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About Saint Shri Namdev Maharaj

Shri Namdev Maharaj

Sant Namdeo (29 October, 1270 - 1350)(Marathi: संत नामदेव ) or Bhagat Namdeo (Gurmukhi:) was born on October 29, 1270in the state of Maharashtra village of Narasi-Bamani, in Hingoli district (presently called Narsi Namdev). His father, a calico printer/tailor, was named Damshet and his mother's name was Gonabai. Most of the spiritual message of Bhagat Namdeo emphasized the importance of living the life of a householder (गृहस्थ जीवन) and that through marriage and having a family one could attain enlightenment. He emphasized that the truest form of bandage or devotional meditation, is to enter matrimony and jointly seek the holy experience Waheguru.

Background

Namdeo was married before he was eleven years of age to Rajabal, daughter of Govinda Sheti Sadavarte. They had four sons and one daughter. Janabai, the family's maidservant and a bhagat and poetess in her own right, records the tradition that Namdeo was born to Gonabai as a result of her worship of Vitthala in Pandharpur. This present temple building was constructed by Sardar Jassa Singh Ramgarhiaand the tank by its side was repaired by Rani Sada Kaur, mother-in-law of Maharaja Ranjit Singh.

God's name was always on the lips of Namdeo. He was asked by the king to show miracles. He refused to do so and was thrown before a drunk elephant to be crushed to death. God saved His own saint. When the Fifth Guru, Guru Arjan dev compiled the Guru Granth Sahib, he decided to give some recognition to the saints of the Bhakti movement. This is the reason that Guru Granth Sahib contains verses of fifteen such saints. In some cases Guru Granth Sahib is the only voice remaining for such saints over the years.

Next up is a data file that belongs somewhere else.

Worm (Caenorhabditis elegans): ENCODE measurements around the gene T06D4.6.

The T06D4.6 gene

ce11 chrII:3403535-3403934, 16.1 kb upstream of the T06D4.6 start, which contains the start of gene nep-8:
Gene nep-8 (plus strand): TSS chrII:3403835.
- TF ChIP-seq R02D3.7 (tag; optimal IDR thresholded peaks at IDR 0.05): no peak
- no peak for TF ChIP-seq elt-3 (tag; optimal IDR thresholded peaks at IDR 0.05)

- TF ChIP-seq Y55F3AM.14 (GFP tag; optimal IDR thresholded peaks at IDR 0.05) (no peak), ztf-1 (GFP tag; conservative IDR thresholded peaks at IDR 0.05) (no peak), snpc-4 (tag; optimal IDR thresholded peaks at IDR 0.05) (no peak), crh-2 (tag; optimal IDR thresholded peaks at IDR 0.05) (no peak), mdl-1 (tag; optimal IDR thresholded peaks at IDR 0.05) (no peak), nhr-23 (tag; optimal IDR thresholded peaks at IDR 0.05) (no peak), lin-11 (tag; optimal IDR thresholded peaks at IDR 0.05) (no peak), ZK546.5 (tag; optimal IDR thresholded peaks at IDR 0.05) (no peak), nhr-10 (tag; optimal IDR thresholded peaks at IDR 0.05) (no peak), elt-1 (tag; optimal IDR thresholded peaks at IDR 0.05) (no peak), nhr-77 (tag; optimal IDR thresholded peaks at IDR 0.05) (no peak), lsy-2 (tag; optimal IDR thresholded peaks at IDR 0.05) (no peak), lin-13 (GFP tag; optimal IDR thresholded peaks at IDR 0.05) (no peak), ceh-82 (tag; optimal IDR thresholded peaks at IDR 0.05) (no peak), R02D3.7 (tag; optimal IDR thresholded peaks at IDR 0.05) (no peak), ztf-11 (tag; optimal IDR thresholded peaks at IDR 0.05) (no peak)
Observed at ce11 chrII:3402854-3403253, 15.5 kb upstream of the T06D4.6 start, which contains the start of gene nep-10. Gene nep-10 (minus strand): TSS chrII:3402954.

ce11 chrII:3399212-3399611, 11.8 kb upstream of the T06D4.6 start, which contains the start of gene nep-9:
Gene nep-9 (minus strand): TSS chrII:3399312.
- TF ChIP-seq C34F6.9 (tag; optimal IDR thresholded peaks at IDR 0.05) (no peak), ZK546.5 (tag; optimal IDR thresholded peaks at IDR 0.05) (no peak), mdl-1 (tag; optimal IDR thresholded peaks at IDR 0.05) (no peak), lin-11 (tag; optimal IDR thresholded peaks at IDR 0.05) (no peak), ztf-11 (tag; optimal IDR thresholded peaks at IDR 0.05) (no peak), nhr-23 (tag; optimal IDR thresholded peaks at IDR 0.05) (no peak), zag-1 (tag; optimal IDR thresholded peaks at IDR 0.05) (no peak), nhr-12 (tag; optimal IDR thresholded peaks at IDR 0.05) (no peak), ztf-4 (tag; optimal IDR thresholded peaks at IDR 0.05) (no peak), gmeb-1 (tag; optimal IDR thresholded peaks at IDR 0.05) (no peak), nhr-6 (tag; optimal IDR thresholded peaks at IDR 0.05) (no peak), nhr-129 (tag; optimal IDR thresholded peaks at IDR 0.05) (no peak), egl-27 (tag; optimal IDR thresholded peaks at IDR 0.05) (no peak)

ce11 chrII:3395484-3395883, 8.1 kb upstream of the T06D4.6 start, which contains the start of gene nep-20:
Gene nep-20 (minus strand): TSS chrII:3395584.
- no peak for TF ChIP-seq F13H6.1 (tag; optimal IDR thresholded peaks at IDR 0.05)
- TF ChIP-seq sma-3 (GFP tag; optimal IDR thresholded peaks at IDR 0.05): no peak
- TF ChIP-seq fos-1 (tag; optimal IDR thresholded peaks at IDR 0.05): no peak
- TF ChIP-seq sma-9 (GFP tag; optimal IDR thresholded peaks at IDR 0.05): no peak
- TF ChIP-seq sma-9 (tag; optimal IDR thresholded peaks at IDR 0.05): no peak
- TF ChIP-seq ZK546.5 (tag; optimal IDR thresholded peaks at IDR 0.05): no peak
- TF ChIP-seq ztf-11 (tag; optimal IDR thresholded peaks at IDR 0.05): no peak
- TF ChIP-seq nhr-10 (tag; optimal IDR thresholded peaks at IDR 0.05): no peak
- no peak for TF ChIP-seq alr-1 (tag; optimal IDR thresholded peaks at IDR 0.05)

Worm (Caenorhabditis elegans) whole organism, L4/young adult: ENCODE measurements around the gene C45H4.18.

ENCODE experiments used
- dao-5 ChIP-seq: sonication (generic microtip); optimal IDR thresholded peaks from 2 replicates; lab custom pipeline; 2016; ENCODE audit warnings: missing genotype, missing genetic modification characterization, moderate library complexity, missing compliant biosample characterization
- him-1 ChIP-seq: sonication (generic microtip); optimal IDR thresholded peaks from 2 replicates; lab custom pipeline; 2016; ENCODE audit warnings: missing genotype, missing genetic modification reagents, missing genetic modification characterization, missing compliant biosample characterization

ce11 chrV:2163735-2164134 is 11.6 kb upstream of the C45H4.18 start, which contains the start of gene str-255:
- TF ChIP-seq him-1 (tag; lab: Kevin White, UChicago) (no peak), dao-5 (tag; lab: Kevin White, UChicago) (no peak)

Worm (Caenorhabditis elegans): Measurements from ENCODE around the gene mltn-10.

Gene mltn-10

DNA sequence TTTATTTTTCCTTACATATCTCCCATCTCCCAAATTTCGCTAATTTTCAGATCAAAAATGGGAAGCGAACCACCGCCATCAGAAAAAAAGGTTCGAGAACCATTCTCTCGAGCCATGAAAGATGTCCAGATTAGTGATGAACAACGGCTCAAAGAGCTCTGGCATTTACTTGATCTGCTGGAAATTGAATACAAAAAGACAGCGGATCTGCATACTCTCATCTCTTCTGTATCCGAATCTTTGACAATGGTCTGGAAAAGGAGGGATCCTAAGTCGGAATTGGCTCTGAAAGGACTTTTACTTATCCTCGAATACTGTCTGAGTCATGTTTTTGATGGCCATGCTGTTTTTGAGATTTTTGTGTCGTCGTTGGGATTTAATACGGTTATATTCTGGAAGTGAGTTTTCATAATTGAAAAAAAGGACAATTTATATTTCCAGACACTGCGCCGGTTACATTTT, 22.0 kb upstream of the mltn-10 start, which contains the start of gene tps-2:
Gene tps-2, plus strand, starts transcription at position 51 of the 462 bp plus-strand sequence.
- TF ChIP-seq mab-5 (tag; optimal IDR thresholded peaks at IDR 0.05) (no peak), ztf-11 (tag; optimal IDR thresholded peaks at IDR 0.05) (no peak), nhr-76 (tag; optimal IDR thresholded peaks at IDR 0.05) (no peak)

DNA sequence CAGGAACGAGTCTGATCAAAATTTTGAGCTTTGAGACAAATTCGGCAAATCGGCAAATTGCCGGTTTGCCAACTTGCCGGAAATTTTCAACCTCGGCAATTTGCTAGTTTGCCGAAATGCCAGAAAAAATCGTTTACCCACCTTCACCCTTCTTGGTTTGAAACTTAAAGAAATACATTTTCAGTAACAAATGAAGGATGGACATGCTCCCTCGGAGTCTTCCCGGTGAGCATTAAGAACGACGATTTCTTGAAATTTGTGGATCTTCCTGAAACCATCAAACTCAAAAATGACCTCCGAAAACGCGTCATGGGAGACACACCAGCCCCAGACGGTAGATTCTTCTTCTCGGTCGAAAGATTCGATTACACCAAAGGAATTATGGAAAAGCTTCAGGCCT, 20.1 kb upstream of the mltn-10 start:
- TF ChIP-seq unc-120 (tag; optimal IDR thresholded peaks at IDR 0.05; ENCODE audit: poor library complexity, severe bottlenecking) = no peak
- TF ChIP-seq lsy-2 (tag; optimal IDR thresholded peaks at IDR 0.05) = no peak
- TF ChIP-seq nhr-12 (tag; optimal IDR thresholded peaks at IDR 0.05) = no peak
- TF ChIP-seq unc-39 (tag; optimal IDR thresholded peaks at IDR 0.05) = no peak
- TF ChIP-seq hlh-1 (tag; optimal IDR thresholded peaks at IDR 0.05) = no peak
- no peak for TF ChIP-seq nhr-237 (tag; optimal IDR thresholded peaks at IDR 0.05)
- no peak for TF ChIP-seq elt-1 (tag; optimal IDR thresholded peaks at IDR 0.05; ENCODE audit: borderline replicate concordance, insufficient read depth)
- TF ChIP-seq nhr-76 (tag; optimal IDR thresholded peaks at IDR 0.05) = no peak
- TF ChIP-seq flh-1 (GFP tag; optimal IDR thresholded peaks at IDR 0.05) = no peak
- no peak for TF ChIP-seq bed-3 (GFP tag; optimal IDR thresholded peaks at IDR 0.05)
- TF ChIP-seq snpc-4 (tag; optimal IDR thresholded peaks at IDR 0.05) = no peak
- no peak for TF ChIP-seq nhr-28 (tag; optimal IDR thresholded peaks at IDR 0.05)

Follows Bhakti Marg

Under the influence of saint Jnanadeva, Namdev became part of the Bhakti Movement bhakti. Vitthala of Pandharpur was now the object of his devotion and he spent much of his time in worship and kirtan, chanting mostly verses of his own composition. In the company of Jnanadeva and other saints, he roamed about the country and later came to the Punjab where he is said to have lived for more than twenty years at Ghuman, in Gurdaspur district, where a temple in the form of samadhi still preserves his memory.

In his early fifties, Namdev settled down at Pandharpur where he gathered around himself a group of devotees. His abhangas or devotional lyrics became very popular, and people thronged to listen to his kirtan. Namdeo's songs have been collected in Namdevachi Gatha which also includes the long autobiographical poem Tirathavah.

His Hindi verse and his extended visit to the Punjab carried his fame far beyond the borders of Maharashtra. Sixty-one of his hymns in fact came to be included in the Sikh Scripture, the Guru Granth Sahib. His hymns or shabads were very much a inspiration to the Sikh Gurus and they were able to indentify the God in Namdeo's hymns with the Sikh version of the formless God.

Message of Unity for all